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Abraham Magallanez v. Engineers and Scientists of California

IN THE UNITED STATES DISTRICT COURT FOR THE EASTERN DISTRICT OF CALIFORNIA


May 17, 2013

ABRAHAM MAGALLANEZ, PLAINTIFF,
v.
ENGINEERS AND SCIENTISTS OF CALIFORNIA, LOCAL 20-INTERNATIONAL FEDERATION OF PROFESSIONAL AND TECHNICAL ENGINEERS; AND
THE PERMANENTE MEDICAL GROUP, INC., DEFENDANTS.

ORDER

Currently noticed for hearing on May 22, 2013 are (1) plaintiff's motion to compel defendant The Permanente Medical Group, Inc. ("TPMG") to designate witnesses pursuant to Federal Rule of Civil Procedure 30(b)(6), to compel answers to deposition questions, and for an award of sanctions, Dckt. No. 48; and (2) plaintiff's motion to compel defendant Engineers and Scientists of California, Local 20-International Federation of Professional and Technical Engineers (the "Union") to produce documents, to respond to plaintiff's interrogatories, and for an award of sanctions, Dckt. No. 49. As required by Local Rule 251, on May 15, 2013, plaintiff and the Union filed a joint statement regarding one of the discovery disagreements, Dckt. No. 50, and plaintiff and TPMG filed a joint statement regarding the other discovery disagreement, Dckt. No. 51.

In its portion of the joint statement, the Union argues, inter alia, that plaintiff's motion to compel should be denied because plaintiff failed to meet and confer prior to filing the motion to compel. Dckt. No. 50 at 4-6. Specifically, the Union contends that plaintiff's counsel sent the Union's counsel a meet and confer letter on April 25, 2013, after waiting six months from the time the Union sent its discovery responses; on April 29, 2013, defendants' counsel requested additional time to respond to the meet and confer letter; and then on April 30, 2013, plaintiff's counsel filed the motion to compel. It does not appear that the Union's counsel ever responded to the meet and confer letter or that counsel for the parties ever actually communicated about the discovery issues at hand.

Also, in its portion of the joint statement, TPMG argues, inter alia, that plaintiff's motion to compel should be denied because TPMG has agreed to produce numerous documents (and has attempted to locate other reasonably responsive documents as specified in its amended responses and represented that no such documents exist), yet "[i]n the meet and confer process, plaintiff has failed to identify any other document with reasonable particularity that it seeks." Dckt. No. 51 at 6-7. Although TPMG does not specifically argue that the motion to compel should be denied for failure to meet and confer, by noting that during the meet and confer process plaintiff failed to identify any particular documents it seeks, TPMG suggests that the parties did not adequately meet and confer in an effort to resolve the disputes without court intervention.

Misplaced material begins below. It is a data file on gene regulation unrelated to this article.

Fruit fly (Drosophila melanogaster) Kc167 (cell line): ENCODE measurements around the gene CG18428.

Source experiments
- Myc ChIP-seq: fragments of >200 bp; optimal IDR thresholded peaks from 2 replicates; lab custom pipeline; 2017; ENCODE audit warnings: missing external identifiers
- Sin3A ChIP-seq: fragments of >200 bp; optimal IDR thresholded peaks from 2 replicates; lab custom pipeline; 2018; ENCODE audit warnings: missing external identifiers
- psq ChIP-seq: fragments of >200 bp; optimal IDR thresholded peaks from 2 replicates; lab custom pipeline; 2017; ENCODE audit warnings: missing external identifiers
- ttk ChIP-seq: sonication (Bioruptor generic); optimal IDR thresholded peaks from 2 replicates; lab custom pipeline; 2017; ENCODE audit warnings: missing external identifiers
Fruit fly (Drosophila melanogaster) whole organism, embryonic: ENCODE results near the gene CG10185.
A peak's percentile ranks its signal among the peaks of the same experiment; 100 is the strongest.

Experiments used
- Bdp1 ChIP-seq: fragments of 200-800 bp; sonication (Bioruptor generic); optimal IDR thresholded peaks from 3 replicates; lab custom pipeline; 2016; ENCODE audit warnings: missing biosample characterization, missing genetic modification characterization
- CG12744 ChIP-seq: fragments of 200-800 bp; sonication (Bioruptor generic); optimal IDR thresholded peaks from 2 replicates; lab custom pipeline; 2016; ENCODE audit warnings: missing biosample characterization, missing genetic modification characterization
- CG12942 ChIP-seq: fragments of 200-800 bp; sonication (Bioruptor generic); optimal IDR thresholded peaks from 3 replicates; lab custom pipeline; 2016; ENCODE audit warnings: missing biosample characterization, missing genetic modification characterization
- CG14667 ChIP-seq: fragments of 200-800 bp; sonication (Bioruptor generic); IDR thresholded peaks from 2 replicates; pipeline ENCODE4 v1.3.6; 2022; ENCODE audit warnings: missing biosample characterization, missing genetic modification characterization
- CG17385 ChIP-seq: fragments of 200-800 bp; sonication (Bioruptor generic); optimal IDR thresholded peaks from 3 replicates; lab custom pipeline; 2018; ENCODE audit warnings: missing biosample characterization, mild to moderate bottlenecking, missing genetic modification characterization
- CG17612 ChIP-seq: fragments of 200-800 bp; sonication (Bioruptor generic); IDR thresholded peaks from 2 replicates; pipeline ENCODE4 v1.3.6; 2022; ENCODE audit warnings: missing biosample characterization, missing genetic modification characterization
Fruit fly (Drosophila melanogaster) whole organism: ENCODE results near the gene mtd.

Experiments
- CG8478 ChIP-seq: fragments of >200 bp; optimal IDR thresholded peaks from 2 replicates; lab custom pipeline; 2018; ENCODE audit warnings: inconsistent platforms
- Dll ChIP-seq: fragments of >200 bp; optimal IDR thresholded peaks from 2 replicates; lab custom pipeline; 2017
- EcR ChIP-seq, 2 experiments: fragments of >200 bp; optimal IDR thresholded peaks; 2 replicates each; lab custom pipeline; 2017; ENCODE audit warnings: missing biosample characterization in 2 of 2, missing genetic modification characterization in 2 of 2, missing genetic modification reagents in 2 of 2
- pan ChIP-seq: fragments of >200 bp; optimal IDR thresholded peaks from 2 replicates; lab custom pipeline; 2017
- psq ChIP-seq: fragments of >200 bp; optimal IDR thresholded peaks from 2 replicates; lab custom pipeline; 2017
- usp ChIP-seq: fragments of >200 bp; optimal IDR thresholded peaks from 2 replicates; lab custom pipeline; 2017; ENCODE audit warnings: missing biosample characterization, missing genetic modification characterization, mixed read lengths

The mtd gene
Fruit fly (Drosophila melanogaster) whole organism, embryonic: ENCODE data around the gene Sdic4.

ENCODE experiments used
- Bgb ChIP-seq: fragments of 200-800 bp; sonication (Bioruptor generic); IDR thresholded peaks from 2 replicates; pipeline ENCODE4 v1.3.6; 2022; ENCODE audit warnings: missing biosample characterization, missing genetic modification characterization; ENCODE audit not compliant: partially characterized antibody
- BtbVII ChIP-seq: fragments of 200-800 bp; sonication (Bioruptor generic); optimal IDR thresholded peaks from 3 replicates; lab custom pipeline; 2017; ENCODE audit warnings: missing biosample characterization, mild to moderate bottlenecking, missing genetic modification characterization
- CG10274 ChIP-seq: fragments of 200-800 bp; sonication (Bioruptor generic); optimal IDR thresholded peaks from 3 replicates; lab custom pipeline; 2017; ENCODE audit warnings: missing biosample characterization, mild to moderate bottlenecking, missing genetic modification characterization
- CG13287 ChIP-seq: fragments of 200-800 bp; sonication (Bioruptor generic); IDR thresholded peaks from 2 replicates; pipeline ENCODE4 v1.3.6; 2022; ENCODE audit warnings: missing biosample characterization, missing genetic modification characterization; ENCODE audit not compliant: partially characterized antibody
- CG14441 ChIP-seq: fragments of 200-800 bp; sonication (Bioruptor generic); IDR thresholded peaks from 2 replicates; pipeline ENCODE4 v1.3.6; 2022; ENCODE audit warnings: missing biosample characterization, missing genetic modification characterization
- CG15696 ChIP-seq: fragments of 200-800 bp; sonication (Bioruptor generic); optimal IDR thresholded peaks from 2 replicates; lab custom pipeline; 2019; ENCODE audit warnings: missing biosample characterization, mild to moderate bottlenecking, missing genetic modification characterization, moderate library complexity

Local Rule 251(b) provides that a discovery motion will not be heard unless "the parties have conferred and attempted to resolve their differences." E.D. Cal. L.R. 251(b). The Rule further provides that "[c]counsel for all interested parties shall confer in advance of the filing of the motion or in advance of the hearing of the motion in a good faith effort to resolve the differences that are the subject of the motion. Counsel for the moving party or prospective moving party shall be responsible for arranging the conference, which shall be held at a time and place and in a manner mutually convenient to counsel." Id. Additionally, Federal Rule of Civil Procedure 37(a)(1) provides that a motion to compel discovery "must include a certification that the movant has in good faith conferred or attempted to confer with the person or party failing to make disclosure or discovery in an effort to obtain it without court action."

As an initial matter, neither of the motions to compel and neither of the joint statements contains a certification that plaintiff has in good faith conferred or attempted to confer with either of the defendants in an effort to obtain the sought after discovery without court action, as required by Rule 37(a)(1). See generally Dckt. Nos. 48-51. Moreover, both of the joint statements reveal that the parties have not adequately met and conferred in good faith regarding the discovery issues at hand. Although plaintiff suggests that the motions to compel were filed when they were because of the impending June 30, 2013 discovery deadline, see Dckt. No. 49 at 2, the fact that a discovery deadline is quickly approaching does not eliminate the meet and confer requirements set forth in the Federal Rules of Civil Procedure and this court's Local Rules.*fn1 The court believes that much of the disputes between the parties might have been resolved prior to the filing of the present motions to compel had the parties had meaningful discussions either in person or telephonically regarding the discovery requests at issue.

Accordingly, both of plaintiff's motions to compel, Dckt. Nos. 48 and 49, are denied without prejudice, and the May 22, 2013 hearings thereon are vacated. See E.D. Cal. L.R. 251(b). The parties are directed to meet and confer either telephonically or in person in an effort to resolve these disputes without court intervention. If such meet and confer efforts do not resolve the discovery disputes, plaintiff may re-notice the motions to compel for hearing.


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